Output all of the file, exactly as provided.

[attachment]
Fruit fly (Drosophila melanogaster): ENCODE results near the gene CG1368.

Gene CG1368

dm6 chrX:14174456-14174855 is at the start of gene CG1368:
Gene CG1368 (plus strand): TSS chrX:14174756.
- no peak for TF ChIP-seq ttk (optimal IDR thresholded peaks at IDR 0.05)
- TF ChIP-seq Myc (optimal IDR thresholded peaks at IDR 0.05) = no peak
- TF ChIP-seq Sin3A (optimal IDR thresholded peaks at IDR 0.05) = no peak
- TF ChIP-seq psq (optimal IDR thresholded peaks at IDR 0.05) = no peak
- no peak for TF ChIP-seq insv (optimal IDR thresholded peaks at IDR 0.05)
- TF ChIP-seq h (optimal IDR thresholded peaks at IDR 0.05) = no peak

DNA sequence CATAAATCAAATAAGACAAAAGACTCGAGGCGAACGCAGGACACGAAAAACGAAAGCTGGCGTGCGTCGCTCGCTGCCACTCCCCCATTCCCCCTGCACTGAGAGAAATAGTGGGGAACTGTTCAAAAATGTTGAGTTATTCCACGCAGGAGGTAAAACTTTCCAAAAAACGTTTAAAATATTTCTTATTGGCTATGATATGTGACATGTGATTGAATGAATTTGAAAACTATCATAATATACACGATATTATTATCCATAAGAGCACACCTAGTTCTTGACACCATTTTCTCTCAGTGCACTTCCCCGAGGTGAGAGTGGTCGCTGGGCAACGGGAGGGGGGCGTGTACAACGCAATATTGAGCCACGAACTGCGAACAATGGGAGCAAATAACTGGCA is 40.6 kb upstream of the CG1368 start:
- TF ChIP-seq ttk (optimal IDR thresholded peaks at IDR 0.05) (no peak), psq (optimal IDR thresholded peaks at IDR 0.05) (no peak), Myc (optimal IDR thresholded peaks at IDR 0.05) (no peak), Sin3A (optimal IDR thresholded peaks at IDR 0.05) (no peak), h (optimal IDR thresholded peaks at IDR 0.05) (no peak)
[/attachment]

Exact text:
Fruit fly (Drosophila melanogaster): ENCODE results near the gene CG1368.

Gene CG1368

dm6 chrX:14174456-14174855 is at the start of gene CG1368:
Gene CG1368 (plus strand): TSS chrX:14174756.
- no peak for TF ChIP-seq ttk (optimal IDR thresholded peaks at IDR 0.05)
- TF ChIP-seq Myc (optimal IDR thresholded peaks at IDR 0.05) = no peak
- TF ChIP-seq Sin3A (optimal IDR thresholded peaks at IDR 0.05) = no peak
- TF ChIP-seq psq (optimal IDR thresholded peaks at IDR 0.05) = no peak
- no peak for TF ChIP-seq insv (optimal IDR thresholded peaks at IDR 0.05)
- TF ChIP-seq h (optimal IDR thresholded peaks at IDR 0.05) = no peak

DNA sequence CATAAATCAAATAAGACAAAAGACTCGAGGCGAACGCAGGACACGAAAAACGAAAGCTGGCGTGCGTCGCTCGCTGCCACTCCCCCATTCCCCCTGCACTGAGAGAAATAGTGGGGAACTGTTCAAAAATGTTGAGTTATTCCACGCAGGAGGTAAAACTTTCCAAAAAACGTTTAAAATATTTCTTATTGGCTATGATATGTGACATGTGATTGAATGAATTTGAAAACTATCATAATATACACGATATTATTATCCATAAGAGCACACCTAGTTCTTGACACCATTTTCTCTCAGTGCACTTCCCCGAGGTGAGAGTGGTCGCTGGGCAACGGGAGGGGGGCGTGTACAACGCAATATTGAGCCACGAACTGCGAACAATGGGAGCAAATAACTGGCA is 40.6 kb upstream of the CG1368 start:
- TF ChIP-seq ttk (optimal IDR thresholded peaks at IDR 0.05) (no peak), psq (optimal IDR thresholded peaks at IDR 0.05) (no peak), Myc (optimal IDR thresholded peaks at IDR 0.05) (no peak), Sin3A (optimal IDR thresholded peaks at IDR 0.05) (no peak), h (optimal IDR thresholded peaks at IDR 0.05) (no peak)